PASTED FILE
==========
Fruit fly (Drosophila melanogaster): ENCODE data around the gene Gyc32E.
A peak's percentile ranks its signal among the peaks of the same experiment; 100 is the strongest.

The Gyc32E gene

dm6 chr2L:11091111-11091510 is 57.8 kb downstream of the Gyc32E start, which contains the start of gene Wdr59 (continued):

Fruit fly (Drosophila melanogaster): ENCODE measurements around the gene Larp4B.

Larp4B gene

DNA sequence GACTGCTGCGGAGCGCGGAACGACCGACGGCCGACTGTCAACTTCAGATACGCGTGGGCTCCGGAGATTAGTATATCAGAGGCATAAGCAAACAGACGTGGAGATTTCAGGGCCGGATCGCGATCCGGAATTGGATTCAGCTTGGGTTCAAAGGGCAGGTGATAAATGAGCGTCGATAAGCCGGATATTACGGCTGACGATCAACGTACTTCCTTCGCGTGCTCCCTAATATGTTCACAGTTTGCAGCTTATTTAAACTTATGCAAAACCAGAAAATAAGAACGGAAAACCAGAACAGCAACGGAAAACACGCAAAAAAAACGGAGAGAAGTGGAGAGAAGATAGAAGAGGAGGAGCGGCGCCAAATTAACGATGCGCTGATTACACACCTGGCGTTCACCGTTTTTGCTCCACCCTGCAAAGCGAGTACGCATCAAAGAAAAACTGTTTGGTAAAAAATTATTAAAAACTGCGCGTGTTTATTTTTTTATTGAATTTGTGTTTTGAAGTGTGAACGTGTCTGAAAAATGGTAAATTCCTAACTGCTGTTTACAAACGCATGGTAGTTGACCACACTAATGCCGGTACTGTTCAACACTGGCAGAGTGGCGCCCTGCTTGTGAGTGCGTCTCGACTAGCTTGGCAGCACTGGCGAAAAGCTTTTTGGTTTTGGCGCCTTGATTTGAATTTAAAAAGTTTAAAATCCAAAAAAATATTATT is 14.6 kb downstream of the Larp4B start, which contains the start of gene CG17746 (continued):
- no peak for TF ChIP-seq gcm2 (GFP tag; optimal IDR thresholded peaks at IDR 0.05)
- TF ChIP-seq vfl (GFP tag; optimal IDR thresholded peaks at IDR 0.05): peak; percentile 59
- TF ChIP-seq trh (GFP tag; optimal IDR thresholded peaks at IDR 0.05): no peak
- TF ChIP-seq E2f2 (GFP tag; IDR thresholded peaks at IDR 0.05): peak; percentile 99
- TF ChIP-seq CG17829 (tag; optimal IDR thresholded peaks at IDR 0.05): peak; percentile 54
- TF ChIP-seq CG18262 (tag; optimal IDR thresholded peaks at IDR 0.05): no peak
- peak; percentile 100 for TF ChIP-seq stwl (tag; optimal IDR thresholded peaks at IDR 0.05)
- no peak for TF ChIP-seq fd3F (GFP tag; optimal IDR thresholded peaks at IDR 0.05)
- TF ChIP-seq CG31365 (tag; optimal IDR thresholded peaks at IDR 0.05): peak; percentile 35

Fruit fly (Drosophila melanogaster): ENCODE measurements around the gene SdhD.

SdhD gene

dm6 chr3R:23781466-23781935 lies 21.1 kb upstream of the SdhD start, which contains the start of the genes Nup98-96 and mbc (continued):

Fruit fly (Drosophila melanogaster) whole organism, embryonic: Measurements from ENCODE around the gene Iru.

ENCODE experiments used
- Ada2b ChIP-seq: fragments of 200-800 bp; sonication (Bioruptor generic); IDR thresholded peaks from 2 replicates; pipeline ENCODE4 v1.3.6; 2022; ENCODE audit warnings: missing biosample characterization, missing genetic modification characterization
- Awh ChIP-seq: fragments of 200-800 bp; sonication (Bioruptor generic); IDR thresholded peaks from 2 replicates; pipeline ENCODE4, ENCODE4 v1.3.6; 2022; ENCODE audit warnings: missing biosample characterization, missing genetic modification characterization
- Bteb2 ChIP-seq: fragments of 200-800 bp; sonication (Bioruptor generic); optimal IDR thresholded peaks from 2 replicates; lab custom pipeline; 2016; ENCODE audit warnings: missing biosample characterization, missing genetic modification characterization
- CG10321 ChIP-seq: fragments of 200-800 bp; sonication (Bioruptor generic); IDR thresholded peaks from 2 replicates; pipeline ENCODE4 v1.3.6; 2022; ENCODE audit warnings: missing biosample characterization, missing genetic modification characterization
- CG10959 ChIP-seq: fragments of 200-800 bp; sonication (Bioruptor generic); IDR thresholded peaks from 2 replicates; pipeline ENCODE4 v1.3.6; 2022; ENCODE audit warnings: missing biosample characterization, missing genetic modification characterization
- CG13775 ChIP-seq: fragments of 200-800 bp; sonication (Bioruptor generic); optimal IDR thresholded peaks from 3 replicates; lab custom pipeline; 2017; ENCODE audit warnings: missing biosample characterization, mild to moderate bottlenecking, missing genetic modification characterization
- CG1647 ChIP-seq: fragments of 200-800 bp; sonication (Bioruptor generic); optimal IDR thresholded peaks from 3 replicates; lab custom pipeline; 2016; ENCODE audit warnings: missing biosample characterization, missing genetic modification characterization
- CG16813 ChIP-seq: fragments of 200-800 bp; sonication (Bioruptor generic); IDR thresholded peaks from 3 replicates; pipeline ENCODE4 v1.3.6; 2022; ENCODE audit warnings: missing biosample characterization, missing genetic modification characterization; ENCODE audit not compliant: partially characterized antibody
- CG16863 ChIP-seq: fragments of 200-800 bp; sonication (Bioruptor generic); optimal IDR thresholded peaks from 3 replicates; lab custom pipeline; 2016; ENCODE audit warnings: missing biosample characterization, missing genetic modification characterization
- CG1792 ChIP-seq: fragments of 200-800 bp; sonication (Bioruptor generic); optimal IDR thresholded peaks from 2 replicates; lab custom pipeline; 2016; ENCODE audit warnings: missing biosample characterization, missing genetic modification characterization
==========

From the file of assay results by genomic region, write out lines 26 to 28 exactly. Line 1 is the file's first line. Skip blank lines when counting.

- CG10959 ChIP-seq: fragments of 200-800 bp; sonication (Bioruptor generic); IDR thresholded peaks from 2 replicates; pipeline ENCODE4 v1.3.6; 2022; ENCODE audit warnings: missing biosample characterization, missing genetic modification characterization
- CG13775 ChIP-seq: fragments of 200-800 bp; sonication (Bioruptor generic); optimal IDR thresholded peaks from 3 replicates; lab custom pipeline; 2017; ENCODE audit warnings: missing biosample characterization, mild to moderate bottlenecking, missing genetic modification characterization
- CG1647 ChIP-seq: fragments of 200-800 bp; sonication (Bioruptor generic); optimal IDR thresholded peaks from 3 replicates; lab custom pipeline; 2016; ENCODE audit warnings: missing biosample characterization, missing genetic modification characterization